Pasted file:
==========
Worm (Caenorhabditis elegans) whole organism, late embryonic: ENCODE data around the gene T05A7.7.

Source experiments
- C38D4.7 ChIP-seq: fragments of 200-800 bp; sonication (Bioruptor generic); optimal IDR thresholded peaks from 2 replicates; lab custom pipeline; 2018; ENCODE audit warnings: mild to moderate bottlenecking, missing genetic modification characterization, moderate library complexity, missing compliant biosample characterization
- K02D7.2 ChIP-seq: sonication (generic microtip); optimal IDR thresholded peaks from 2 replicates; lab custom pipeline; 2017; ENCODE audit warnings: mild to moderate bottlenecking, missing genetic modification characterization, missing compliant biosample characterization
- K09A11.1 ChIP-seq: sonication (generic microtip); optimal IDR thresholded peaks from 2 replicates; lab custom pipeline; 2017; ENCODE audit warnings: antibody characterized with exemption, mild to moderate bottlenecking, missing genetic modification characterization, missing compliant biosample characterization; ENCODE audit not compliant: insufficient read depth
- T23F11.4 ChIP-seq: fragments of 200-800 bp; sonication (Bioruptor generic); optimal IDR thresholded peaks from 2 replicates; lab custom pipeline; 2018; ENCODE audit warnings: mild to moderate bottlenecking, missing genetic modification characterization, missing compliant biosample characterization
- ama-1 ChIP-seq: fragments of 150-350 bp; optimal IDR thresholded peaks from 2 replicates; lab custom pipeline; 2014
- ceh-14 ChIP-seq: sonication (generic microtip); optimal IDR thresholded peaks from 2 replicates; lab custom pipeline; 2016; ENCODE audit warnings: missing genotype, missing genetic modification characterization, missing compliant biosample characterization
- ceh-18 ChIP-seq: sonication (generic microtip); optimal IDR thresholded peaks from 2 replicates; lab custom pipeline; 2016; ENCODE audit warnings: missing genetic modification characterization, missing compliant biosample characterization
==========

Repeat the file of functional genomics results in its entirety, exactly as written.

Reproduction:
Worm (Caenorhabditis elegans) whole organism, late embryonic: ENCODE data around the gene T05A7.7.

Source experiments
- C38D4.7 ChIP-seq: fragments of 200-800 bp; sonication (Bioruptor generic); optimal IDR thresholded peaks from 2 replicates; lab custom pipeline; 2018; ENCODE audit warnings: mild to moderate bottlenecking, missing genetic modification characterization, moderate library complexity, missing compliant biosample characterization
- K02D7.2 ChIP-seq: sonication (generic microtip); optimal IDR thresholded peaks from 2 replicates; lab custom pipeline; 2017; ENCODE audit warnings: mild to moderate bottlenecking, missing genetic modification characterization, missing compliant biosample characterization
- K09A11.1 ChIP-seq: sonication (generic microtip); optimal IDR thresholded peaks from 2 replicates; lab custom pipeline; 2017; ENCODE audit warnings: antibody characterized with exemption, mild to moderate bottlenecking, missing genetic modification characterization, missing compliant biosample characterization; ENCODE audit not compliant: insufficient read depth
- T23F11.4 ChIP-seq: fragments of 200-800 bp; sonication (Bioruptor generic); optimal IDR thresholded peaks from 2 replicates; lab custom pipeline; 2018; ENCODE audit warnings: mild to moderate bottlenecking, missing genetic modification characterization, missing compliant biosample characterization
- ama-1 ChIP-seq: fragments of 150-350 bp; optimal IDR thresholded peaks from 2 replicates; lab custom pipeline; 2014
- ceh-14 ChIP-seq: sonication (generic microtip); optimal IDR thresholded peaks from 2 replicates; lab custom pipeline; 2016; ENCODE audit warnings: missing genotype, missing genetic modification characterization, missing compliant biosample characterization
- ceh-18 ChIP-seq: sonication (generic microtip); optimal IDR thresholded peaks from 2 replicates; lab custom pipeline; 2016; ENCODE audit warnings: missing genetic modification characterization, missing compliant biosample characterization